For many of us, our ideals and attitudes about who we are as individuals are shaped by our heritage and cultural experiences. As consumers, our affinity for certain brands pass through these filters resulting in purchase behaviors that tie back to our beliefs and how we see ourselves. Among multicultural audiences, this presents a unique challenge for marketers. There is no one size fits all solution to gaining buy-in from this diverse group. U.S. Hispanics hail from over 20 countries of origin, and Asian Americans, 40 countries. Understanding the importance of identity to multicultural audiences is essential to mitigating cultural bias in your marketing campaign strategy and delivering culturally relevant advertising.
Multicultural audiences are significantly driving mainstream identity and influencing emerging trends. According to UM’s Annual Cultural Dimension study, two out of five general population consumers indicate being influenced by Latino, Black, and Asian segments when it comes to passion points like music, fashion, hair care, food, sports, and more. As consumer behavior shifts in response to cultural identity and increased exposure to cultural norms via the internet and social media, brands work overtime to cultivate relationships steeped in the remix culture, which is primarily defined by a mindset, not the consumer. This paradigm shift is changing the fabric of what we know today as American culture.
Many of us have heard or perhaps even live by the familiar adage, “what you don’t know can’t hurt you.” But ignorance is not bliss. A lack of knowledge can be devastating. That’s true in life and advertising. Just like a moth drawn to a flame, brands are attracted to things they don’t fully understand. This “fatal attraction” often results in poor outcomes. A classic example of this is a botched approach to multicultural marketing. Culturally tone-deaf advertisements. Misplaced investments in well-meaning social impact campaigns.
Forty percent of American consumers are ethnically diverse, yet only five percent of advertising dollars are allocated to environments that are contextually relevant to these audiences.As racial injustice protests accelerate conversations about inclusion marketing, brands must contend with the fact that fielding multicultural data is no longer optional. It is now necessary to create equity with these communities, extending far beyond sales to corporate social responsibility. This week, Latoya Chrisitian, Marketing Partner at GroupM, joins us to discuss multicultural marketing strategy and how to use multicultural data to quantify opportunities and create culturally relevant content on the right platforms.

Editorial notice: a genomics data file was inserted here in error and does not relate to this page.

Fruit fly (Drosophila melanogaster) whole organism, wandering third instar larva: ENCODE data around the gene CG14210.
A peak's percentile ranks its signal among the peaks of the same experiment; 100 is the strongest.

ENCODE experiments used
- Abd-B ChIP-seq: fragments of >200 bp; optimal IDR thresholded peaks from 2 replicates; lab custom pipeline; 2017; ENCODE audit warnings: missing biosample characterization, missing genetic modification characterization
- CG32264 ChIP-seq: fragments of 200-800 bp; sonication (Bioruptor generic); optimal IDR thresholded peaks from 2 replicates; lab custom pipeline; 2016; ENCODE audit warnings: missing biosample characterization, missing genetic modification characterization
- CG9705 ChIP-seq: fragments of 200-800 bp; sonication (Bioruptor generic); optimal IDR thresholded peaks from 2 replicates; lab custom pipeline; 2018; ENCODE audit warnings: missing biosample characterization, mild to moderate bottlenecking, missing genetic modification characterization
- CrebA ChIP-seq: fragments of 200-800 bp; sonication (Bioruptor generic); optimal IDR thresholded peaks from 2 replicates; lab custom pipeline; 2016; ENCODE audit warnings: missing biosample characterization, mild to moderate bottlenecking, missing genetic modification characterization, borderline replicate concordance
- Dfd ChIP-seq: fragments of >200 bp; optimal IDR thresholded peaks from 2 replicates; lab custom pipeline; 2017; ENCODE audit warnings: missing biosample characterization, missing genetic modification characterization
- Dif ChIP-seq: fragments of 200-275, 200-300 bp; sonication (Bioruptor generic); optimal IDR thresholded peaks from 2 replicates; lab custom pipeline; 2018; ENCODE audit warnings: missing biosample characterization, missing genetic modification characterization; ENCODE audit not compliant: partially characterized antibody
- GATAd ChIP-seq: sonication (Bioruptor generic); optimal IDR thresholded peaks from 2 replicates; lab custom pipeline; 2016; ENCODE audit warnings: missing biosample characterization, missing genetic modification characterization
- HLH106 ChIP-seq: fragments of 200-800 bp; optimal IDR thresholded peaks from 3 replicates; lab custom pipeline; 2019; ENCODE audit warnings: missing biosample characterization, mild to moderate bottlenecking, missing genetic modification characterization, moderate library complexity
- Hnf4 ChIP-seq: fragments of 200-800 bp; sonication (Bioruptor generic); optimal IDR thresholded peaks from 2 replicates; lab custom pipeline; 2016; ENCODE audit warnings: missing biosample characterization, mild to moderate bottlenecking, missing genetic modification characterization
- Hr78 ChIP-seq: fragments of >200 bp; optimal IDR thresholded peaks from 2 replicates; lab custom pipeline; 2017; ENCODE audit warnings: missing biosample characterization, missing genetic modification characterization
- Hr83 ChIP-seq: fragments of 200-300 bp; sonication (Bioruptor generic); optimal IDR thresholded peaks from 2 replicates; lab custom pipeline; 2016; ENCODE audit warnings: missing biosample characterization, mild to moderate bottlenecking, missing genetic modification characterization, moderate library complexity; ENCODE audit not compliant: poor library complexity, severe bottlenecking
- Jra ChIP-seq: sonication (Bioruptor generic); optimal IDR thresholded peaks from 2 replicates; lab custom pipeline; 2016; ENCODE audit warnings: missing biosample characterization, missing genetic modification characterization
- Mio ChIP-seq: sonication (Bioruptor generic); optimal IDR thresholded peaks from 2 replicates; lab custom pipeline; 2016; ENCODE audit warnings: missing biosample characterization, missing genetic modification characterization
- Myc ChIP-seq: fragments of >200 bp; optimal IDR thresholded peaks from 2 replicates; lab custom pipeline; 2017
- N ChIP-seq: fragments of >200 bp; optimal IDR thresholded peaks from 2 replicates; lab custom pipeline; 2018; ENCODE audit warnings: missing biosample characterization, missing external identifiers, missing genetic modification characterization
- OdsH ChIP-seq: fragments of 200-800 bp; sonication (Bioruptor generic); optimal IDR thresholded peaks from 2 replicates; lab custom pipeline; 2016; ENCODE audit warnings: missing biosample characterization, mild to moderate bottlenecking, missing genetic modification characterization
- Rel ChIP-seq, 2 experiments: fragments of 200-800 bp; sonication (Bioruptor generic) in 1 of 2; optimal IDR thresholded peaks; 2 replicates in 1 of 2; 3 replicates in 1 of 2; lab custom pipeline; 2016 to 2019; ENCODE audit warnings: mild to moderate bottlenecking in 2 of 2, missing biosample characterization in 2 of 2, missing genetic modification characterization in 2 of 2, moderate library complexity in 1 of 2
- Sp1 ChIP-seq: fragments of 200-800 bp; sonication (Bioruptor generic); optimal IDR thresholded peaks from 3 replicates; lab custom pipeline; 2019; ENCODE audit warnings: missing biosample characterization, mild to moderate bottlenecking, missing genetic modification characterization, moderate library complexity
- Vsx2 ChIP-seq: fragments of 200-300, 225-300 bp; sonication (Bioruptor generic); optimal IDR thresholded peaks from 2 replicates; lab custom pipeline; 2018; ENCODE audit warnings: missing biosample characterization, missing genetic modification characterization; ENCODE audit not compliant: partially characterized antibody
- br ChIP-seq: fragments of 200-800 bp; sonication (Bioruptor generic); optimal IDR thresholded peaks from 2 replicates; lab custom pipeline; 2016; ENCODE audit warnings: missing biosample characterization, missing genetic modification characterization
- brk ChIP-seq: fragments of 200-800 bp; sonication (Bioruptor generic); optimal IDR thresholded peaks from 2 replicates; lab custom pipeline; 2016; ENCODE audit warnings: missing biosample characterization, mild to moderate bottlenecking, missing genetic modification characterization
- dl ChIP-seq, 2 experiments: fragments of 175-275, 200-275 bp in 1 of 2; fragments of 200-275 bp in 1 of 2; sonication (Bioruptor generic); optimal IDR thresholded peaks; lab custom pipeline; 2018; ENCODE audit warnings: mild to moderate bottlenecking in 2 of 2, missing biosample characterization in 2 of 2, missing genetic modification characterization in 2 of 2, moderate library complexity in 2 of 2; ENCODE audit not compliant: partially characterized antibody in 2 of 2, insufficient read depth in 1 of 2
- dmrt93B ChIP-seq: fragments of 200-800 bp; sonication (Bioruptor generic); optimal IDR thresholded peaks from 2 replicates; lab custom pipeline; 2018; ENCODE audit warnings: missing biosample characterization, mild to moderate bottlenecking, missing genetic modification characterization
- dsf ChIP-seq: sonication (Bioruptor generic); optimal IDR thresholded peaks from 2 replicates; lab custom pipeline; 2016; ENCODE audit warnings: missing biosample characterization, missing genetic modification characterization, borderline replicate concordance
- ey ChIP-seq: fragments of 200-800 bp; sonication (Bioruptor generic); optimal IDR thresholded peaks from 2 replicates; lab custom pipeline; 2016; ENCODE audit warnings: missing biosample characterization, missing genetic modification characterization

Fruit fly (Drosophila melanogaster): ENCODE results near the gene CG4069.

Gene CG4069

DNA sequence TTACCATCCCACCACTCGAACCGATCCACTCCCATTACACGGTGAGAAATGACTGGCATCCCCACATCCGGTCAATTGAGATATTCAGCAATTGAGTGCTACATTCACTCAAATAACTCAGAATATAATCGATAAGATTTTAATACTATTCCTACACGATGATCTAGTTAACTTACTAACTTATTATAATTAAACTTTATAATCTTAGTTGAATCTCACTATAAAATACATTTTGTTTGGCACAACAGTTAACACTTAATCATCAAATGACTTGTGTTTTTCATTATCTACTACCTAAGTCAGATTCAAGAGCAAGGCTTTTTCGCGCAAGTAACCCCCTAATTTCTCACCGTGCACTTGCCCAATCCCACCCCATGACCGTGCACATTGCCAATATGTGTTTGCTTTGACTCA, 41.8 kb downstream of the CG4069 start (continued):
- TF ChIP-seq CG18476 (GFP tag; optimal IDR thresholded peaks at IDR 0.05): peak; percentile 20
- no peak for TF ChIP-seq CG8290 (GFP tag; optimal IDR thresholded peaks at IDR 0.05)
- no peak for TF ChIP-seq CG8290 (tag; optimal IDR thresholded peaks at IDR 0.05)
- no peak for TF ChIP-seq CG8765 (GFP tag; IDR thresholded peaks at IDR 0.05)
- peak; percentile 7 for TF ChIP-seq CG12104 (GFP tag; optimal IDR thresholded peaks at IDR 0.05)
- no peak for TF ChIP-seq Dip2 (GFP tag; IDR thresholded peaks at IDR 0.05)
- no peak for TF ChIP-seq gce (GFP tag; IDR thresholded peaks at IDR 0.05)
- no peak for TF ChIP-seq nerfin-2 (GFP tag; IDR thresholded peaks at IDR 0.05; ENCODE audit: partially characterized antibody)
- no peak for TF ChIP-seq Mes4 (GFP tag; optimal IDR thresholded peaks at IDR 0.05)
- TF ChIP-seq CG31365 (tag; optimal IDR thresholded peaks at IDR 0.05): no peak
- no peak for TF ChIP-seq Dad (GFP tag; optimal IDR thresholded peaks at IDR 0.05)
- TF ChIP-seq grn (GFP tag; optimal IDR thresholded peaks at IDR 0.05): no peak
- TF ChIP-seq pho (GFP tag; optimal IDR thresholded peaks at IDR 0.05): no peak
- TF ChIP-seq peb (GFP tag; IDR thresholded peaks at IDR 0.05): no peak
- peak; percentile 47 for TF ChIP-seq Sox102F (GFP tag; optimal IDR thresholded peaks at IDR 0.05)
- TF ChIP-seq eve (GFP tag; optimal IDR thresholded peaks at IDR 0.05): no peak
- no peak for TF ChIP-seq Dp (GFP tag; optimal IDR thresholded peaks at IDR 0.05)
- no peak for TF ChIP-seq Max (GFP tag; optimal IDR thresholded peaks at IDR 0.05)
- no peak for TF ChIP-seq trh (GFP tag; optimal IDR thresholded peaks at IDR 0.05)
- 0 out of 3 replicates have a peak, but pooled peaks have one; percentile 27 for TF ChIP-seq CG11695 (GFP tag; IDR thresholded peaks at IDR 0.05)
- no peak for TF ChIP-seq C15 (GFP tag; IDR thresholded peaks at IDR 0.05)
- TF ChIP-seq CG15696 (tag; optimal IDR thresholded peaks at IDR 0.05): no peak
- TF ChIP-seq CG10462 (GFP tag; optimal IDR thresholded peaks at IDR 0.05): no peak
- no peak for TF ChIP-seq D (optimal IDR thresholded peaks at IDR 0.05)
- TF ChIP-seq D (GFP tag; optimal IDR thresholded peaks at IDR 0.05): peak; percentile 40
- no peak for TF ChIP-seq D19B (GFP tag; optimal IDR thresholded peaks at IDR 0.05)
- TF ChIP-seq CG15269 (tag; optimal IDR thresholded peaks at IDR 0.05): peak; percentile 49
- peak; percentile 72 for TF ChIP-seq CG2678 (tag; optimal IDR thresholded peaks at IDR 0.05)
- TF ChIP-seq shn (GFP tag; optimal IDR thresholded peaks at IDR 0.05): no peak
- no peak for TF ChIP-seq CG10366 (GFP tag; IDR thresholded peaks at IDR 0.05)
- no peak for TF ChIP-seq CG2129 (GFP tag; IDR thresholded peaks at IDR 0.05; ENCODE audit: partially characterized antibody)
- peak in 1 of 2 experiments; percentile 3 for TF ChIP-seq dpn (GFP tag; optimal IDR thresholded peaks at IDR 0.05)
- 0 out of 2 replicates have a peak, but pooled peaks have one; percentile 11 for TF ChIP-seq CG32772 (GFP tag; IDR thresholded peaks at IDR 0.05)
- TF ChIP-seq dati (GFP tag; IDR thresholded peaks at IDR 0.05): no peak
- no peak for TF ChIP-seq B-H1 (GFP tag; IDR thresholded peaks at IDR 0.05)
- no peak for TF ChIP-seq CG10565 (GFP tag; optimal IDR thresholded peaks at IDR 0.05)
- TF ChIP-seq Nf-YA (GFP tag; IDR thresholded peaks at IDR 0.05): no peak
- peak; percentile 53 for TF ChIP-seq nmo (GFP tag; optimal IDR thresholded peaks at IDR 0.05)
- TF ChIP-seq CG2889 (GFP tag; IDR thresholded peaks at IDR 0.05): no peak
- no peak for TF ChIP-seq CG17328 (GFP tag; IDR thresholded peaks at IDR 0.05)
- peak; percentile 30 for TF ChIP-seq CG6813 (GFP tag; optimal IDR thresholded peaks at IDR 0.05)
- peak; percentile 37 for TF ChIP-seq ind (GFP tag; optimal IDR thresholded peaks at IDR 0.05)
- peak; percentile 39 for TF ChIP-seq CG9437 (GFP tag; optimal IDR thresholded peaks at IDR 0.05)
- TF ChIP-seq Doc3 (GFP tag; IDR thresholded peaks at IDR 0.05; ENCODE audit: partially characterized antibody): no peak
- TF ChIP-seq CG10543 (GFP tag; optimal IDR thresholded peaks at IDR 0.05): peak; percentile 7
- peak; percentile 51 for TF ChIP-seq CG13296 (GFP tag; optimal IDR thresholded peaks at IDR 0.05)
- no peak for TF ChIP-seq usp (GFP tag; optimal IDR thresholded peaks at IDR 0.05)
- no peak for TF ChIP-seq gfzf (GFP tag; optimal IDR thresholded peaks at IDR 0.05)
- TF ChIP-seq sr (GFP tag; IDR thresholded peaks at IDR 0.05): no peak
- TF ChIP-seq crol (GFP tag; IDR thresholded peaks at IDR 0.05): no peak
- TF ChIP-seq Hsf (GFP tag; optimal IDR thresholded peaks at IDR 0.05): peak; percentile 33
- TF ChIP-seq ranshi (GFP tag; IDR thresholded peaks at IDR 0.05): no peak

Marketers looking to gain deeper insights into multicultural audiences must first move beyond blanket assumptions. Essential to doing that is leveraging data and understanding the value of audience segmentation. Some marketers, however, are uncertain as to how to find the data needed or adequately use the data when found to segment their audiences effectively. This week, Demetrius Parker, Integrated Marketing and Communications Strategist at the CDC, joins us to discuss the power of think tanks, data aggregator tools, and the elements of culture marketers can tap into to build deeper connections with multicultural consumers.
Despite thousands of shuttered stores across the country earlier this year and varying degrees of re-openings as restrictions ease, the beauty industry has proven resilient. While sales have declined, they have not bottomed out like many other industries. However, the loss of in-person experiences has fundamentally changed the dynamic of how beauty brands engage consumers. In our ThinkNow Cosmetics & Beauty Report™, we surveyed a representative sample of cosmetic/beauty buyers to gauge sentiment in the category and how COVID-19 has impacted purchase behavior. Through our research, we’ve found that the decrease in sales has not depressed consumers’ love of beauty products, but it has changed how they buy them.